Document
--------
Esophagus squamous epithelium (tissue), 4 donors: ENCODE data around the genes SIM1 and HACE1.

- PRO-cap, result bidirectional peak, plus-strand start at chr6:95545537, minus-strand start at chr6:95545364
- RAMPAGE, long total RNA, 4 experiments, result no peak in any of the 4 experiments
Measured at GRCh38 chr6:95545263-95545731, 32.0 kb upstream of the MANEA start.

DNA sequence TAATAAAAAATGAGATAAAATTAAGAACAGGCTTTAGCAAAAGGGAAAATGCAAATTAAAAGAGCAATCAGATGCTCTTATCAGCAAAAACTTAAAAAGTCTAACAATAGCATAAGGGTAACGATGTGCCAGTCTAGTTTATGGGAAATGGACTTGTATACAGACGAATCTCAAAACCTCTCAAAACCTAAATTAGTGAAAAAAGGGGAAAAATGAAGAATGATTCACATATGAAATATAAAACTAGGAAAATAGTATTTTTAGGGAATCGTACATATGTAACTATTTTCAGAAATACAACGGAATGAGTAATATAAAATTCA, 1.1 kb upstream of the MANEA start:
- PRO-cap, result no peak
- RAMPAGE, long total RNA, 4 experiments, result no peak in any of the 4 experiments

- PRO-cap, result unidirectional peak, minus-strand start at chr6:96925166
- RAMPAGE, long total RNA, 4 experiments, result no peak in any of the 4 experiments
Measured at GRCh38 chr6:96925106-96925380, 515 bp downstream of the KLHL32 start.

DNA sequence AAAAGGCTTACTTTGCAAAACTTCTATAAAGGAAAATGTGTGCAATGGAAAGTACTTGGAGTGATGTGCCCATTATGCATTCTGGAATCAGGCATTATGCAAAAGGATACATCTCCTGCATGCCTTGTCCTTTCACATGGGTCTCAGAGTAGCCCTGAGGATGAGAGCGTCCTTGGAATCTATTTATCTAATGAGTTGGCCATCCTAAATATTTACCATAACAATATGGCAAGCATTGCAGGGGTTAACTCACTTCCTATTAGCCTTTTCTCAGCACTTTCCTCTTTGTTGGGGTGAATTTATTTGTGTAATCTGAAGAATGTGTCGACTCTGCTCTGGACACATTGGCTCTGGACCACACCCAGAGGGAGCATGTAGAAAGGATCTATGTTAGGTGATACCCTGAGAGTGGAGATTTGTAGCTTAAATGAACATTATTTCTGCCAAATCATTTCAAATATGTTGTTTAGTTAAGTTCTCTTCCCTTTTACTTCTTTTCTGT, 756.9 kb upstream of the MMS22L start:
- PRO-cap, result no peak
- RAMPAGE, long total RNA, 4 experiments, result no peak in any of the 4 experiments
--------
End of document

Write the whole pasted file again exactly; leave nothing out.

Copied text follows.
Esophagus squamous epithelium (tissue), 4 donors: ENCODE data around the genes SIM1 and HACE1.

- PRO-cap, result bidirectional peak, plus-strand start at chr6:95545537, minus-strand start at chr6:95545364
- RAMPAGE, long total RNA, 4 experiments, result no peak in any of the 4 experiments
Measured at GRCh38 chr6:95545263-95545731, 32.0 kb upstream of the MANEA start.

DNA sequence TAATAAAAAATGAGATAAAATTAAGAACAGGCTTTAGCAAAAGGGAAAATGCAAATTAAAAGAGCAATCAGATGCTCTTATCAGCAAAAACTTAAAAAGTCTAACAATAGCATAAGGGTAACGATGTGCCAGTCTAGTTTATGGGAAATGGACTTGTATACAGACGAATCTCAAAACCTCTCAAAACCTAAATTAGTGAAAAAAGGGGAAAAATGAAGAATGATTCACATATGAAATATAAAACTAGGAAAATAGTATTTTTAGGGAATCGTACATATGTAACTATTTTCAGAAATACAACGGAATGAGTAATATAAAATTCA, 1.1 kb upstream of the MANEA start:
- PRO-cap, result no peak
- RAMPAGE, long total RNA, 4 experiments, result no peak in any of the 4 experiments

- PRO-cap, result unidirectional peak, minus-strand start at chr6:96925166
- RAMPAGE, long total RNA, 4 experiments, result no peak in any of the 4 experiments
Measured at GRCh38 chr6:96925106-96925380, 515 bp downstream of the KLHL32 start.

DNA sequence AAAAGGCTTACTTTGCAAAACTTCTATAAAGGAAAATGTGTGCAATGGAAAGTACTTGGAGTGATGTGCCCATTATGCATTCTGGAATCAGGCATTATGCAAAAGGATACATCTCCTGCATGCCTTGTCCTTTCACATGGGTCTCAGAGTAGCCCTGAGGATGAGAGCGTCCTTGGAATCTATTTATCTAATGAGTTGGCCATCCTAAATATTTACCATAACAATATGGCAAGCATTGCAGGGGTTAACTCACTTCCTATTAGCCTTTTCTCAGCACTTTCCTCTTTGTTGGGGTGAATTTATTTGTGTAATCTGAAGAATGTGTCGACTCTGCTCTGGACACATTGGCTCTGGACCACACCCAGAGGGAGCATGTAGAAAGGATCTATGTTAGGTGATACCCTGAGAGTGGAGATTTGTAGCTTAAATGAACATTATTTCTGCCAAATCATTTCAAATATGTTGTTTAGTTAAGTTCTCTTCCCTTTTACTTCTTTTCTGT, 756.9 kb upstream of the MMS22L start:
- PRO-cap, result no peak
- RAMPAGE, long total RNA, 4 experiments, result no peak in any of the 4 experiments